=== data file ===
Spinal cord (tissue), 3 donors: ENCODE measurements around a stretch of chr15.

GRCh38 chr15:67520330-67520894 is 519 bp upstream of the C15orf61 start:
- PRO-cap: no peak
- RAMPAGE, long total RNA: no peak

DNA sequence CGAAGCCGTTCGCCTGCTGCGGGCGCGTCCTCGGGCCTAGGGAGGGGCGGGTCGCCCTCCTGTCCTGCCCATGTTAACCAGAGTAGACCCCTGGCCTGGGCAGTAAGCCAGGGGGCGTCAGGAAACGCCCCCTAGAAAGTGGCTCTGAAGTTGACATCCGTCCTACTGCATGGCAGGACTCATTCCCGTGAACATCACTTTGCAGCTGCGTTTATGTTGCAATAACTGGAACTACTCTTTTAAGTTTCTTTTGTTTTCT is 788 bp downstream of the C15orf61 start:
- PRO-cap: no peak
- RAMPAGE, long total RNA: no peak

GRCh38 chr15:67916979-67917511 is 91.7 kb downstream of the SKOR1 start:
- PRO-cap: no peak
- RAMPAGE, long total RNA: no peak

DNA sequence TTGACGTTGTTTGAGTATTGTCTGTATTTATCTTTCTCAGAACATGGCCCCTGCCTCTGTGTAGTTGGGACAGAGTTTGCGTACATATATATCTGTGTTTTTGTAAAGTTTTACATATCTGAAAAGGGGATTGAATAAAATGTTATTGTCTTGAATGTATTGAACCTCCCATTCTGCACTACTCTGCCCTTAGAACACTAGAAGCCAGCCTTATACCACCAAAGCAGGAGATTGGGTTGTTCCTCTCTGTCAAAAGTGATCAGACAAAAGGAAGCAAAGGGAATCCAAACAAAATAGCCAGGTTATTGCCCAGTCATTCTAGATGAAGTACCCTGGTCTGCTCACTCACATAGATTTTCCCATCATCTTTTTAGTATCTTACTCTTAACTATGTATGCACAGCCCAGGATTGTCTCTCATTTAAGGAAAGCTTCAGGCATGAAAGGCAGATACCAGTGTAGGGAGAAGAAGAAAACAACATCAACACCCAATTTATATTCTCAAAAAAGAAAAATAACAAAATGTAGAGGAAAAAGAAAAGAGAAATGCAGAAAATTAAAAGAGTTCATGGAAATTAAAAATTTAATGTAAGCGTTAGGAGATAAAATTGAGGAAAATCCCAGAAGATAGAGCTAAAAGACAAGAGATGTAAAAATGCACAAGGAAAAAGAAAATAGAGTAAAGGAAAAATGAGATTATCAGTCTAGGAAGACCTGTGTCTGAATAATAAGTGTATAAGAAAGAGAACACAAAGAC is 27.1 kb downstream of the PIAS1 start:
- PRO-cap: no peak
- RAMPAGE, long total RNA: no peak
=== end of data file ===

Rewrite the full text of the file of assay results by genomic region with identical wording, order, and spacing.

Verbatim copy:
Spinal cord (tissue), 3 donors: ENCODE measurements around a stretch of chr15.

GRCh38 chr15:67520330-67520894 is 519 bp upstream of the C15orf61 start:
- PRO-cap: no peak
- RAMPAGE, long total RNA: no peak

DNA sequence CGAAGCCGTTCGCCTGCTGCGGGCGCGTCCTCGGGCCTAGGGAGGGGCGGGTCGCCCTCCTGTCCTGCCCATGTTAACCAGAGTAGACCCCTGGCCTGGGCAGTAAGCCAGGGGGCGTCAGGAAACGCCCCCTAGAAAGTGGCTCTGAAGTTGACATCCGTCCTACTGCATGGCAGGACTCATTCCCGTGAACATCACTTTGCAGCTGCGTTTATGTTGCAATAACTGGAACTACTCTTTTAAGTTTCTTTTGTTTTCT is 788 bp downstream of the C15orf61 start:
- PRO-cap: no peak
- RAMPAGE, long total RNA: no peak

GRCh38 chr15:67916979-67917511 is 91.7 kb downstream of the SKOR1 start:
- PRO-cap: no peak
- RAMPAGE, long total RNA: no peak

DNA sequence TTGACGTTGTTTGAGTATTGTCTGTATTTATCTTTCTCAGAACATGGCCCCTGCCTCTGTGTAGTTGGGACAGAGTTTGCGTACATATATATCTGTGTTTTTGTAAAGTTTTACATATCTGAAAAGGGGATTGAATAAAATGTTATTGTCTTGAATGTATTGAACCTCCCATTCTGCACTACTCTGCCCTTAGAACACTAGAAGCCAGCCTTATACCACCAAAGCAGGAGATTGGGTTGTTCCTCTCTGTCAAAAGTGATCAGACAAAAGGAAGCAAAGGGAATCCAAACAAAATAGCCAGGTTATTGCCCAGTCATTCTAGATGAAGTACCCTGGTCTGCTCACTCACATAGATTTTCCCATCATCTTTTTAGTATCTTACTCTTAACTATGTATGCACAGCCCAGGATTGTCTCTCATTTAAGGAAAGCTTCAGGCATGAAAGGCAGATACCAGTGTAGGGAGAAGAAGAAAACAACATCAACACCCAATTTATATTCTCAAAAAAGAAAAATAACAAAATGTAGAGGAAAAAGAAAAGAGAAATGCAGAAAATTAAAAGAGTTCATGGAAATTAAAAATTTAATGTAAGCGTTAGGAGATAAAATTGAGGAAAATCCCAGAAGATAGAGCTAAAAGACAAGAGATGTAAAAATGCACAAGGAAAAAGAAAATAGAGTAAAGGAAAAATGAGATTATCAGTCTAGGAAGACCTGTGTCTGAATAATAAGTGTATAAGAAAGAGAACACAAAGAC is 27.1 kb downstream of the PIAS1 start:
- PRO-cap: no peak
- RAMPAGE, long total RNA: no peak